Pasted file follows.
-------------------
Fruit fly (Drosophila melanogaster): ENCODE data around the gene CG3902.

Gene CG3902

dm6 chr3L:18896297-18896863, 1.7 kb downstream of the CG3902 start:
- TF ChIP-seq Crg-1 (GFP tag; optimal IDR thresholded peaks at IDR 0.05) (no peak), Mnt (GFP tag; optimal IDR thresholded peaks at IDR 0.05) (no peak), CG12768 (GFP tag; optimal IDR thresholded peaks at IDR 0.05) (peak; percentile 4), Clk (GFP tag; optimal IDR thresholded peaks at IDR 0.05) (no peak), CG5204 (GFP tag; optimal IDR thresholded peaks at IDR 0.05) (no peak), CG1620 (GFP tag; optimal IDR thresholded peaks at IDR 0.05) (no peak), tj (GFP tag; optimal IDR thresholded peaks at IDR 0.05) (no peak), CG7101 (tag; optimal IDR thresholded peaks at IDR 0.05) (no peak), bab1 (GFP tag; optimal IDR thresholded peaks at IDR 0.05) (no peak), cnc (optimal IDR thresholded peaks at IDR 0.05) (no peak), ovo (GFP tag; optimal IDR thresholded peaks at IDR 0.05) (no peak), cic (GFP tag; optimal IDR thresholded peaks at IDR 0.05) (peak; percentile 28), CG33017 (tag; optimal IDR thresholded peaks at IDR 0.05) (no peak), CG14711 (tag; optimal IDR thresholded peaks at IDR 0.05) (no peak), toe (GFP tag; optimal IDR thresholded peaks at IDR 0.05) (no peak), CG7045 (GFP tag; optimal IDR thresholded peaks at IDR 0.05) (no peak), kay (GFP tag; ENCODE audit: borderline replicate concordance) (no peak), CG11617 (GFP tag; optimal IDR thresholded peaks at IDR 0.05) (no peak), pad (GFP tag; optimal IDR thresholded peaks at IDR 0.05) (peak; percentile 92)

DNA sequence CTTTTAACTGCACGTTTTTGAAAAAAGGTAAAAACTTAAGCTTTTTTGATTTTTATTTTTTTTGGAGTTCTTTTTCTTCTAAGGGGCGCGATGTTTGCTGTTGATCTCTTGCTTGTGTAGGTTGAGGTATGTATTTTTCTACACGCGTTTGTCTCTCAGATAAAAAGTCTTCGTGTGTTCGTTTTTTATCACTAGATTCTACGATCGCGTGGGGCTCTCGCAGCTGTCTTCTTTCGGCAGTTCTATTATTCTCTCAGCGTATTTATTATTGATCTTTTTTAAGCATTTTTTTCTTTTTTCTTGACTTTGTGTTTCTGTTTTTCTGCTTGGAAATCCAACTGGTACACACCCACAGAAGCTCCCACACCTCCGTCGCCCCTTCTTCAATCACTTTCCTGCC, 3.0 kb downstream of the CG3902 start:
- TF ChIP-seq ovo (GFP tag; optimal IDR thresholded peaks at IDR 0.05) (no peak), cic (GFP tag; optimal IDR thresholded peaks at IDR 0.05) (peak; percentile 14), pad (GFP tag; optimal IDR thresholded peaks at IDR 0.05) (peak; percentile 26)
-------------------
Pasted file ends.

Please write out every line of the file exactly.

Fruit fly (Drosophila melanogaster): ENCODE data around the gene CG3902.

Gene CG3902

dm6 chr3L:18896297-18896863, 1.7 kb downstream of the CG3902 start:
- TF ChIP-seq Crg-1 (GFP tag; optimal IDR thresholded peaks at IDR 0.05) (no peak), Mnt (GFP tag; optimal IDR thresholded peaks at IDR 0.05) (no peak), CG12768 (GFP tag; optimal IDR thresholded peaks at IDR 0.05) (peak; percentile 4), Clk (GFP tag; optimal IDR thresholded peaks at IDR 0.05) (no peak), CG5204 (GFP tag; optimal IDR thresholded peaks at IDR 0.05) (no peak), CG1620 (GFP tag; optimal IDR thresholded peaks at IDR 0.05) (no peak), tj (GFP tag; optimal IDR thresholded peaks at IDR 0.05) (no peak), CG7101 (tag; optimal IDR thresholded peaks at IDR 0.05) (no peak), bab1 (GFP tag; optimal IDR thresholded peaks at IDR 0.05) (no peak), cnc (optimal IDR thresholded peaks at IDR 0.05) (no peak), ovo (GFP tag; optimal IDR thresholded peaks at IDR 0.05) (no peak), cic (GFP tag; optimal IDR thresholded peaks at IDR 0.05) (peak; percentile 28), CG33017 (tag; optimal IDR thresholded peaks at IDR 0.05) (no peak), CG14711 (tag; optimal IDR thresholded peaks at IDR 0.05) (no peak), toe (GFP tag; optimal IDR thresholded peaks at IDR 0.05) (no peak), CG7045 (GFP tag; optimal IDR thresholded peaks at IDR 0.05) (no peak), kay (GFP tag; ENCODE audit: borderline replicate concordance) (no peak), CG11617 (GFP tag; optimal IDR thresholded peaks at IDR 0.05) (no peak), pad (GFP tag; optimal IDR thresholded peaks at IDR 0.05) (peak; percentile 92)

DNA sequence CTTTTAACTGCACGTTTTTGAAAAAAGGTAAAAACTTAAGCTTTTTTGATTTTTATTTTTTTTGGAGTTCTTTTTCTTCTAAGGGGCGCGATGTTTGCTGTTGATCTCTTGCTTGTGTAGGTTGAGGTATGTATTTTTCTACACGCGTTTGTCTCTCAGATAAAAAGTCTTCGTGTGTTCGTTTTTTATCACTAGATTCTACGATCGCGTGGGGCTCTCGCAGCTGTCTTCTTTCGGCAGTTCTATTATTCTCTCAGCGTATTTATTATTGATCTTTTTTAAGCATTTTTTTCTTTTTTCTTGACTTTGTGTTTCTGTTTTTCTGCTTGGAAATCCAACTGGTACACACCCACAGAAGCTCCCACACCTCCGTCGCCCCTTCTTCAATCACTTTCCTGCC, 3.0 kb downstream of the CG3902 start:
- TF ChIP-seq ovo (GFP tag; optimal IDR thresholded peaks at IDR 0.05) (no peak), cic (GFP tag; optimal IDR thresholded peaks at IDR 0.05) (peak; percentile 14), pad (GFP tag; optimal IDR thresholded peaks at IDR 0.05) (peak; percentile 26)